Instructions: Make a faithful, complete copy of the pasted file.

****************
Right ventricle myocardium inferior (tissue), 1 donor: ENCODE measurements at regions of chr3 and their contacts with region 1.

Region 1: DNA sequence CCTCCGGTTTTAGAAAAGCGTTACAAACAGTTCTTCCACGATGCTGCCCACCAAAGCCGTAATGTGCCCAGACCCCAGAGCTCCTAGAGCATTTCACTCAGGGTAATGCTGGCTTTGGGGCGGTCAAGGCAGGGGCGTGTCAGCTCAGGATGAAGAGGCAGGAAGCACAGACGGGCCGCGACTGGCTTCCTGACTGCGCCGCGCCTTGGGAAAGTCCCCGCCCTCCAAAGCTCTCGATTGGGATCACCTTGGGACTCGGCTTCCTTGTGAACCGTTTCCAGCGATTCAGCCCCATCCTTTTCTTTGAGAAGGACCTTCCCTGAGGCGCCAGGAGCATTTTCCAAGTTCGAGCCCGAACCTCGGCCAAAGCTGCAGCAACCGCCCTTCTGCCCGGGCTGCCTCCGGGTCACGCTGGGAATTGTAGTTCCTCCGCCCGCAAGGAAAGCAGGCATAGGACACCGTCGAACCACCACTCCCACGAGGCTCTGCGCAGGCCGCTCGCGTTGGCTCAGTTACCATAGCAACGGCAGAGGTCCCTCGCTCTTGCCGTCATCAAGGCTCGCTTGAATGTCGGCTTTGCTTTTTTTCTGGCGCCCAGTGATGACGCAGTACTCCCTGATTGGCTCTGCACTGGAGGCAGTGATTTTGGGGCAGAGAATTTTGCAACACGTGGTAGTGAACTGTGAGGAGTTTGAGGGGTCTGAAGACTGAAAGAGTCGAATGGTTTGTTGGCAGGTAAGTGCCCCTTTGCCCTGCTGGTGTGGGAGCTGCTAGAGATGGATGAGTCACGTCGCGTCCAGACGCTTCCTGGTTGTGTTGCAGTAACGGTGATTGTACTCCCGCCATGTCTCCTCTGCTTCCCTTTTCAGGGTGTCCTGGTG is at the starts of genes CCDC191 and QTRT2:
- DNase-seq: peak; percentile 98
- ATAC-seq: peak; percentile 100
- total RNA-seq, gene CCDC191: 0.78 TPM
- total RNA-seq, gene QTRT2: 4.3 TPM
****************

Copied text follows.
Right ventricle myocardium inferior (tissue), 1 donor: ENCODE measurements at regions of chr3 and their contacts with region 1.

Region 1: DNA sequence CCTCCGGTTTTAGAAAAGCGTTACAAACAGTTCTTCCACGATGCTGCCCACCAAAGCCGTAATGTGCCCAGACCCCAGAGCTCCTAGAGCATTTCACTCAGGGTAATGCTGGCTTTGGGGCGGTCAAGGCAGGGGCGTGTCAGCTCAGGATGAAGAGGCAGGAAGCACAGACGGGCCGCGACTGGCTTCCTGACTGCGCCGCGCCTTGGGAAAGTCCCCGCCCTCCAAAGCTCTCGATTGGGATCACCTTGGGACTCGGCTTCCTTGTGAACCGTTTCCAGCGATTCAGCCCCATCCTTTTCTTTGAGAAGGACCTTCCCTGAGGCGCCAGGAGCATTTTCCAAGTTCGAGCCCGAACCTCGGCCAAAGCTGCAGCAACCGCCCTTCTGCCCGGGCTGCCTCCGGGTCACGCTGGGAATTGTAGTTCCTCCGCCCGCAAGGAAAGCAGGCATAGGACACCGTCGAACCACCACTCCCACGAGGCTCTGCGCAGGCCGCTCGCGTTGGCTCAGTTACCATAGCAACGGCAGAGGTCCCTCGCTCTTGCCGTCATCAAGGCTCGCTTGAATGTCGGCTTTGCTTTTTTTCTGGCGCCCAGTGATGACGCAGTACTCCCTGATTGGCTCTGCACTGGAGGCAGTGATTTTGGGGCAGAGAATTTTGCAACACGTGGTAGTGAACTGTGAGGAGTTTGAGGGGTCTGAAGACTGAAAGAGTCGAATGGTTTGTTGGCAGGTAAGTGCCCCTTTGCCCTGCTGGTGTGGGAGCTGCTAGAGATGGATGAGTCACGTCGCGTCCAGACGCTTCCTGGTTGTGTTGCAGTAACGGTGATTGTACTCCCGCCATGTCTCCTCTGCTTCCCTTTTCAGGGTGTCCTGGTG is at the starts of genes CCDC191 and QTRT2:
- DNase-seq: peak; percentile 98
- ATAC-seq: peak; percentile 100
- total RNA-seq, gene CCDC191: 0.78 TPM
- total RNA-seq, gene QTRT2: 4.3 TPM